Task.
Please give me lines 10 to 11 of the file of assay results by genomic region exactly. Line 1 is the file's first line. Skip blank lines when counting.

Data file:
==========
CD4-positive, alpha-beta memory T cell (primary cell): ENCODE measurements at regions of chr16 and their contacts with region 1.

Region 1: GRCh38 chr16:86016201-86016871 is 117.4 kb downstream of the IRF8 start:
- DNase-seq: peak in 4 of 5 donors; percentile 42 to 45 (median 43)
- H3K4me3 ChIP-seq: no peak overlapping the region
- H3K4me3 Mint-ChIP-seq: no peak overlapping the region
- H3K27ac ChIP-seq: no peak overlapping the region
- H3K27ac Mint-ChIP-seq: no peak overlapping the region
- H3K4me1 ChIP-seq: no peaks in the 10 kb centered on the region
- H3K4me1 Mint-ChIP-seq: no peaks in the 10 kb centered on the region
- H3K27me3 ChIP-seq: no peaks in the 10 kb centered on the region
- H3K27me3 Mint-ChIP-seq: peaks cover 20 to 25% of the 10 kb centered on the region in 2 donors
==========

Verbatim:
- H3K27me3 ChIP-seq: no peaks in the 10 kb centered on the region
- H3K27me3 Mint-ChIP-seq: peaks cover 20 to 25% of the 10 kb centered on the region in 2 donors